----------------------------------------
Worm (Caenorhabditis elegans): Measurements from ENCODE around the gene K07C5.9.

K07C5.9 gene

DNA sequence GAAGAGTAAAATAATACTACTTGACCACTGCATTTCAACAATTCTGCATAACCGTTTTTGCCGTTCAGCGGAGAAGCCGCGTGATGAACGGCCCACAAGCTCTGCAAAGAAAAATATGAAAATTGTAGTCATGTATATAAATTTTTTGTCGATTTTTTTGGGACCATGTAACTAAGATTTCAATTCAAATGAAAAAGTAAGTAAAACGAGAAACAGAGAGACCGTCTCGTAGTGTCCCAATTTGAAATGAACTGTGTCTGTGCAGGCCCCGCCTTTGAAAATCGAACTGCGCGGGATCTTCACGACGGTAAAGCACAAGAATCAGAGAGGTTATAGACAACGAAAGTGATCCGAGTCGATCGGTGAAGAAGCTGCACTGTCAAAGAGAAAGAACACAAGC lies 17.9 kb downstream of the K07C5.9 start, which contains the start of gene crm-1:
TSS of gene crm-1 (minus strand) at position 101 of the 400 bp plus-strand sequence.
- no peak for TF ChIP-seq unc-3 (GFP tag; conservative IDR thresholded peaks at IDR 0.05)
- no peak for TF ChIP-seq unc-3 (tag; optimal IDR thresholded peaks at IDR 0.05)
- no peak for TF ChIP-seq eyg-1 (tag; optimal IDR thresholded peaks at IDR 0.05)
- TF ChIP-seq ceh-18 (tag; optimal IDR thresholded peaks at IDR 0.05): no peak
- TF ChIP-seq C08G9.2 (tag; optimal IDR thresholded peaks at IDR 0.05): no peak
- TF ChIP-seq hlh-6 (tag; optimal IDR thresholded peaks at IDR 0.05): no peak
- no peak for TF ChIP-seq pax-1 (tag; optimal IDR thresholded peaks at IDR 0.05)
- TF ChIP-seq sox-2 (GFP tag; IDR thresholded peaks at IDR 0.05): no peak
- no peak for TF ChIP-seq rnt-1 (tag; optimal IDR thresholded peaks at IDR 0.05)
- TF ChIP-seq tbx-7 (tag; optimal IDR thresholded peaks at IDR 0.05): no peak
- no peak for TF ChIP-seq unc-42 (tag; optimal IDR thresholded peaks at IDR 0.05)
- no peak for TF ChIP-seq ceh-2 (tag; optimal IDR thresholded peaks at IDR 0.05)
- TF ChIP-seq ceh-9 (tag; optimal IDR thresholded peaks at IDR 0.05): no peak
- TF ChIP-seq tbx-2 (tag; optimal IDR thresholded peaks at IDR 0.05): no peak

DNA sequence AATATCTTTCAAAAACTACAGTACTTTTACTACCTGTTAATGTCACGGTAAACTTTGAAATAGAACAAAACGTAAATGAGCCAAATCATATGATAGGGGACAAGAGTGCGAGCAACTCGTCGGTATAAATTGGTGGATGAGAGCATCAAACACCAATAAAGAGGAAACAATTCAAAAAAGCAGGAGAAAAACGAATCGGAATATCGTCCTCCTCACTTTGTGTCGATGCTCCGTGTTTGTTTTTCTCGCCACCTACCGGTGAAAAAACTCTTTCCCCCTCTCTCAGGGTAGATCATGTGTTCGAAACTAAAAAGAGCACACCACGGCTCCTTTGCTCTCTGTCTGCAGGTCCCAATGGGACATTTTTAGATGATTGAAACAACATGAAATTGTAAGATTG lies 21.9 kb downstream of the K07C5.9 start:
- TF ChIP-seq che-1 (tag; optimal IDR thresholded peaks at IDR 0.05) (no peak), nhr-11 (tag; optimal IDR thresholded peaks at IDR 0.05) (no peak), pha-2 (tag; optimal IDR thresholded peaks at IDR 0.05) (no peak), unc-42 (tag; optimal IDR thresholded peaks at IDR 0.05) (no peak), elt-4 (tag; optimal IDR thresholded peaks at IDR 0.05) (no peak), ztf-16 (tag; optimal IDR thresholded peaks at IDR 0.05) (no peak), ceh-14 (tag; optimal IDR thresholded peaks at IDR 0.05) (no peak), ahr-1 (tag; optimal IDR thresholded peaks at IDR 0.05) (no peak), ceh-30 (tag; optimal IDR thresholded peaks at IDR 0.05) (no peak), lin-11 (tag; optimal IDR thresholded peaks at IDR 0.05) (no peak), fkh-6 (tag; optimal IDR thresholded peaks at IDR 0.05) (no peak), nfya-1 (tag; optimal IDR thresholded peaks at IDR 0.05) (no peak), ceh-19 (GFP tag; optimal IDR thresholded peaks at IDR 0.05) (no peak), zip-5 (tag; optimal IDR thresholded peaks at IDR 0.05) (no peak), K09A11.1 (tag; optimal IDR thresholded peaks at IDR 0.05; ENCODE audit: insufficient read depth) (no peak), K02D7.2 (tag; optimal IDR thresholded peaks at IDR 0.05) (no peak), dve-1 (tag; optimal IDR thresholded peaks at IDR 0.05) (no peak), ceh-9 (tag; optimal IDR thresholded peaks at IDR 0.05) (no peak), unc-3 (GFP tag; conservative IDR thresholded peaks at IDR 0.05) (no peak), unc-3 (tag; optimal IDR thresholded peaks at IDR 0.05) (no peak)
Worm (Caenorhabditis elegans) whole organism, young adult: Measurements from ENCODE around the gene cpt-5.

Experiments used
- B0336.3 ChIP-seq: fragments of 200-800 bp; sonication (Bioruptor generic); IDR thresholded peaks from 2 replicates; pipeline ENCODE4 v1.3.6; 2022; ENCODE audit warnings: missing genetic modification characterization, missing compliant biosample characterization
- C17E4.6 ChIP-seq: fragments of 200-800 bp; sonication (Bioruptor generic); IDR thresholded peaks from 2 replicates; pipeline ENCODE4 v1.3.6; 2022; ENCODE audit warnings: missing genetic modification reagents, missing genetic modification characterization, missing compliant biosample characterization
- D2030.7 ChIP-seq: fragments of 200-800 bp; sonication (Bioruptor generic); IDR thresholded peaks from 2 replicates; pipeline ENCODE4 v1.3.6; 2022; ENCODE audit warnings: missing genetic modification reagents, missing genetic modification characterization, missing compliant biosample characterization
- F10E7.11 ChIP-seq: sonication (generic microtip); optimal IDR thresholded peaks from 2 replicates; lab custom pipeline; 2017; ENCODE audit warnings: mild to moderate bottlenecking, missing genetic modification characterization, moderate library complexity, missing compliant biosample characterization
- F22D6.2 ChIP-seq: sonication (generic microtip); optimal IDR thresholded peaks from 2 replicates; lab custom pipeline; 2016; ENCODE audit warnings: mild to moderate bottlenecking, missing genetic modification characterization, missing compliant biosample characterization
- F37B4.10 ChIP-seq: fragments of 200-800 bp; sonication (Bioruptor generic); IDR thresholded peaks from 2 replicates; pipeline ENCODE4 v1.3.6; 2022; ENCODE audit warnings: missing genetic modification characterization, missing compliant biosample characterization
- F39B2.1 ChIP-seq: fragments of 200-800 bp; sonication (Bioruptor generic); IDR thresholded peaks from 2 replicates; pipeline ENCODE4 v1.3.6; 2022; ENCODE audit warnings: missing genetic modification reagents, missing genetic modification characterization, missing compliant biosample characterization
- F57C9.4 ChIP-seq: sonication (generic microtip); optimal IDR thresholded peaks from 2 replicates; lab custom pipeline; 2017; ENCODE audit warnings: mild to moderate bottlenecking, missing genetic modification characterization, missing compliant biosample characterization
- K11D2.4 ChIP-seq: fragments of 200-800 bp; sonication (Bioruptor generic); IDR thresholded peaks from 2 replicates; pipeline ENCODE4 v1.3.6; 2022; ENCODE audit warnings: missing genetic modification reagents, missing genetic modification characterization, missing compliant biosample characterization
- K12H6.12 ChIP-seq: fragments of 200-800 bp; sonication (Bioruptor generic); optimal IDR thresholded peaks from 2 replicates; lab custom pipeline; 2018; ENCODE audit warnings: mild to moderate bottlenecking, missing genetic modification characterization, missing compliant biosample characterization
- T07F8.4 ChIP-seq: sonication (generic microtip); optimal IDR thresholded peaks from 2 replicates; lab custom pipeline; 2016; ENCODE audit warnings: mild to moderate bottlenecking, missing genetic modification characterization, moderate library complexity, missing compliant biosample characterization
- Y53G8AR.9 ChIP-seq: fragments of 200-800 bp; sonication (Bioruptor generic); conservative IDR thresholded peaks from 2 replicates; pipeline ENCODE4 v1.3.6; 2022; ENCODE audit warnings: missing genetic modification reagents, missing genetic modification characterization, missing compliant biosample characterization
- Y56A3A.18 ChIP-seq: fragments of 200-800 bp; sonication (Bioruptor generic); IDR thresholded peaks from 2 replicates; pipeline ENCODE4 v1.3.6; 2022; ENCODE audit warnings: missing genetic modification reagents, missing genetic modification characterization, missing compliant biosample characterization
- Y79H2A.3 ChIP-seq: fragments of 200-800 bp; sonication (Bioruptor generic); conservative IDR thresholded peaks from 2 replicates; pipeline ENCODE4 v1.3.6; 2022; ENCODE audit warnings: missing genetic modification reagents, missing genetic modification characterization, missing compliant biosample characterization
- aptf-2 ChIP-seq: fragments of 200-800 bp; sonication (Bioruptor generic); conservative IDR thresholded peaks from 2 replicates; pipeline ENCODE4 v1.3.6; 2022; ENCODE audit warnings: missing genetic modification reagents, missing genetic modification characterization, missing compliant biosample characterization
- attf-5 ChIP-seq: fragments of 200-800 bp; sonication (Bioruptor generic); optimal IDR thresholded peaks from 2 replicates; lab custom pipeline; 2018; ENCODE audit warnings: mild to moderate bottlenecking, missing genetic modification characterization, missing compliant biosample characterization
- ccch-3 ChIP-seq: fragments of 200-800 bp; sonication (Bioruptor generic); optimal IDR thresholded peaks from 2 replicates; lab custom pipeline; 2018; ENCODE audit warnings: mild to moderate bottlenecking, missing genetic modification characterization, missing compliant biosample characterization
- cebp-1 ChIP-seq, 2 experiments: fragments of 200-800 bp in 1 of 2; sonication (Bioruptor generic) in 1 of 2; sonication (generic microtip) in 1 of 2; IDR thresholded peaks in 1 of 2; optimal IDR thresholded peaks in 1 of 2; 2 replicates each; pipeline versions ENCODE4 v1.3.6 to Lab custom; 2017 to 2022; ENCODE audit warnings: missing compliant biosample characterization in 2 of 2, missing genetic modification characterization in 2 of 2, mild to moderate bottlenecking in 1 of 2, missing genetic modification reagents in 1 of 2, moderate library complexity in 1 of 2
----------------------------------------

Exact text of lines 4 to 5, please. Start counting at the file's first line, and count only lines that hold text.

TSS of gene crm-1 (minus strand) at position 101 of the 400 bp plus-strand sequence.
- no peak for TF ChIP-seq unc-3 (GFP tag; conservative IDR thresholded peaks at IDR 0.05)